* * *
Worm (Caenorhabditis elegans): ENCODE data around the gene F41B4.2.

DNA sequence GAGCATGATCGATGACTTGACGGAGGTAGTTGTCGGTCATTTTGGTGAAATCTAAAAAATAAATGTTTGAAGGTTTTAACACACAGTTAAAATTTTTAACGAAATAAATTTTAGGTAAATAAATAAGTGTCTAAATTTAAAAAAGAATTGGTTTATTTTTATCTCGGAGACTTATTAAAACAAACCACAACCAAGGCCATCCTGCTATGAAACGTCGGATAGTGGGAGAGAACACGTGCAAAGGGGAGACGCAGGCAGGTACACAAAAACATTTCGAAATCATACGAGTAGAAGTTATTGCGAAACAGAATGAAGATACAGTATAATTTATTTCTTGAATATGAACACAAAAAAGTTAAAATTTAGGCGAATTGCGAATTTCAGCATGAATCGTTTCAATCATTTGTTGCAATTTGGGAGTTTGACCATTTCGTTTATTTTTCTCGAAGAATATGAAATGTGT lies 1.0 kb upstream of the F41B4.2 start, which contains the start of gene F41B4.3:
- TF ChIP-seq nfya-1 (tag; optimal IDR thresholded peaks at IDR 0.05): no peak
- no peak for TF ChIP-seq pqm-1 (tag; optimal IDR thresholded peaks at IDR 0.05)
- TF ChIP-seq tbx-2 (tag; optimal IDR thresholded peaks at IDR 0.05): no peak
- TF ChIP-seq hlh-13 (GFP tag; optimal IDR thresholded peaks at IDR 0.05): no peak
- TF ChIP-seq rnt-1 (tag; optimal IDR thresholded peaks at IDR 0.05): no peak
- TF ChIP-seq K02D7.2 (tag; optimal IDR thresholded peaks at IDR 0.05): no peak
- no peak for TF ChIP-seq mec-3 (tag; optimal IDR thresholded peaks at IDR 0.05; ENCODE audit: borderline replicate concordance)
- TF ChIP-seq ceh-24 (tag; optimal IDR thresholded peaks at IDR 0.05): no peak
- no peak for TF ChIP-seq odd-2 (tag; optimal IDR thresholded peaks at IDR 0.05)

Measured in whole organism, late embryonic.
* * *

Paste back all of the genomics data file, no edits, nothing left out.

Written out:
Worm (Caenorhabditis elegans): ENCODE data around the gene F41B4.2.

DNA sequence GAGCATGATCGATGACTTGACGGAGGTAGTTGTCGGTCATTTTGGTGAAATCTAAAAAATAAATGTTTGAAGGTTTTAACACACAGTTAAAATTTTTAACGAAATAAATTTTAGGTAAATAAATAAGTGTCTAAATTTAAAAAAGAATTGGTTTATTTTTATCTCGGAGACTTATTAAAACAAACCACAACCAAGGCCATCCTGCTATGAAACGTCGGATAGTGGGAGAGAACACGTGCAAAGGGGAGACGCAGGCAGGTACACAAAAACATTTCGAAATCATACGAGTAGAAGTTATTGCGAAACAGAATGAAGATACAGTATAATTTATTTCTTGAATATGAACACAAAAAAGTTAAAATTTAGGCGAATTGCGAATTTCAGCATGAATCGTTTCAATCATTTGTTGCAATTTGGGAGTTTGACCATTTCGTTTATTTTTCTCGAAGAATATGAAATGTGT lies 1.0 kb upstream of the F41B4.2 start, which contains the start of gene F41B4.3:
- TF ChIP-seq nfya-1 (tag; optimal IDR thresholded peaks at IDR 0.05): no peak
- no peak for TF ChIP-seq pqm-1 (tag; optimal IDR thresholded peaks at IDR 0.05)
- TF ChIP-seq tbx-2 (tag; optimal IDR thresholded peaks at IDR 0.05): no peak
- TF ChIP-seq hlh-13 (GFP tag; optimal IDR thresholded peaks at IDR 0.05): no peak
- TF ChIP-seq rnt-1 (tag; optimal IDR thresholded peaks at IDR 0.05): no peak
- TF ChIP-seq K02D7.2 (tag; optimal IDR thresholded peaks at IDR 0.05): no peak
- no peak for TF ChIP-seq mec-3 (tag; optimal IDR thresholded peaks at IDR 0.05; ENCODE audit: borderline replicate concordance)
- TF ChIP-seq ceh-24 (tag; optimal IDR thresholded peaks at IDR 0.05): no peak
- no peak for TF ChIP-seq odd-2 (tag; optimal IDR thresholded peaks at IDR 0.05)

Measured in whole organism, late embryonic.